Mere days after Republican Congressman James Bridenstine was confirmed as the 13th NASA administrator, he was met with “both incredulity and dismay” from the Lunar Exploration Analysis Group (LEAG), according to an letter from this group of lunar scientists.
The April 26 letter, signed by LEAG chair Samuel J Lawrence and LEAG emeritus chair and professor Clive R Neal, urged Bridenstine to reconsider the sudden cancellation of the Resource Prospector (RP), a lunar rover mission that has been in development at NASA for years. The rover was previously scheduled for a 2020s launch to a polar site on the Moon, but NASA formally terminated the project on April 23, Bridenstine’s first day on the job
The cancellation is the latest twist in NASA’s long-term plan to pave the way for American astronauts to return to the Moon, and eventually Mars. But the roadmap to these ambitious vistas has been constantly redrawn by the whims of successive presidential administrations, and is further complicated by the ascendent role of companies like SpaceX, Boeing, and Blue Origin in developing launch and spaceflight capabilities.
While NASA’s partnerships with these companies has been fruitful for the most part, the commercial sphere is already overshadowing some of NASA’s flagship projects, like its Space Launch System (SLS) rocket vehicle, which some commentators doubt will outperform commercial rockets like SpaceX’s Falcon Heavy. Perhaps a similar lean toward more private involvement led to the decision to scrap the RP mission, though Lawrence and Neal say that they “do not understand the internal NASA rationale for this decision.”
“RP was the only polar lander-rover mission under development by NASA (in fact, by any nation, as all of the international missions to the lunar poles are static landers) and would have been ready for preliminary design review at the beginning of 2019,” the pair stated in the letter.
University of Central Florida planetary scientist Phil Metzger, who is on RP’s science team, speculated on Twitter that the mission may have been sidelined to save money for SLS. A recent decision to transfer the mission from NASA’s Human Exploration and Operations Mission Directorate to its Science Mission Directorate could have also contributed to the cancellation, Metzger told The Verge.
Critics of the decision to scrap RP have pointed out that President Trump’s December 2017 endorsed “Space Policy Directive 1,” which advocates for a return to the Moon, boosted by partnerships with the private space sector. This focus on the Moon’s commercial potential, as well as its utility as gateway to more distant frontiers like Mars, more or less matched the stated goals of the RP team.
The concept rover was billed as the “first mining expedition on another world,” according to its NASA homepage, designed to extract materials like hydrogen, oxygen, and water from the surface. It was described as being open both to “international space agency and industry partner participation to maximize the value to all interested space faring organizations.”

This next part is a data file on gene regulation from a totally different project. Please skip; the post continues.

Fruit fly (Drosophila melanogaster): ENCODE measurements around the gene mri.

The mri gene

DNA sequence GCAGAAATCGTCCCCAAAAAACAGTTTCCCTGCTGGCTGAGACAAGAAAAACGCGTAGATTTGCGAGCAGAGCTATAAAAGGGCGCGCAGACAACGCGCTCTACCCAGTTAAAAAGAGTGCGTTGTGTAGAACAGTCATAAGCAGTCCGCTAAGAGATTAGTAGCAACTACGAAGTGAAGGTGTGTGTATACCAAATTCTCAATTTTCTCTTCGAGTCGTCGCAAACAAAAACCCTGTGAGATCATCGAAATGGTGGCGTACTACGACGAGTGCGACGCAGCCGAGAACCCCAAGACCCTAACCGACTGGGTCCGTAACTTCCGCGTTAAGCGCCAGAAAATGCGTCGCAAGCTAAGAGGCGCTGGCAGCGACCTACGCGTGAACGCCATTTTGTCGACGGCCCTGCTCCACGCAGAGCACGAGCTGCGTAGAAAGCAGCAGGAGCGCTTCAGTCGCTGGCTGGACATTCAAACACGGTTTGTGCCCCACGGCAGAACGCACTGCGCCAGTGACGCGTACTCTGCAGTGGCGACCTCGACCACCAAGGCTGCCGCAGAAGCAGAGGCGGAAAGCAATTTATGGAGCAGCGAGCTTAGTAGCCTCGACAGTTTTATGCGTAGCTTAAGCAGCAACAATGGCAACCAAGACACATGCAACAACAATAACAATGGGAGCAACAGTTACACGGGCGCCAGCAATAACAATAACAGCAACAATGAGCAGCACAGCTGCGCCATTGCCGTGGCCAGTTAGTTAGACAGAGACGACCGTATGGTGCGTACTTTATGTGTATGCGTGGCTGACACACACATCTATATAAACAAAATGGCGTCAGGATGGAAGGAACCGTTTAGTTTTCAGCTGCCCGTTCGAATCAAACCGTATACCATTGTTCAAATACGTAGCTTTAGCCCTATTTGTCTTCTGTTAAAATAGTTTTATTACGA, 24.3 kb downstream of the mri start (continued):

In response to LEAG’s letter, Bridenstine reaffirmed NASA’s commitment to lunar exploration on Twitter, explaining that “Resource Prospector instruments will go forward in an expanded lunar surface campaign.”
Bridenstine’s promise of “more landers” and “more science,” among other things, was released in tandem with a newly posted Federal Business Opportunities (FBO) page soliciting commercial proposals for lunar surface mission components.
While it’s still unclear which RP instruments will be repurposed under the new plan, and what kind of company proposals it will attract, this move is fairly consistent with the Trump administration’s general outlook about empowering commercial space companies in American spaceflight. For instance, in a budget outline released in February, the administration suggested privatizing the International Space Station (ISS) after 2024.
These internal seachanges within NASA, along with shifts in its relationships with other federal space agencies and private companies, reflect a flux in the agency’s identity and purpose that has become more pronounced in recent years as the global space landscape has complexified.
Now that it has officially secured a new administrator, scientists like Lawrence and Neal point out that time is of the essence in figuring out clear objectives and protocols across all NASA platforms—before other agencies take the lead in capitalizing on the Moon, and the worlds beyond it.
“There are six international robotic landed missions to the Moon's polar regions planned between now and 2025 as other nations stake their claim to the resources we know are available on the Moon,” the pair said in their letter. “It is critical that NASA provide strong leadership in documenting that lunar surface return is being actively pursued.”
“Cancellation of the only NASA lunar surface mission currently under development to obtain strategic data from the Moon's polar regions is not the way to signal that intention.”
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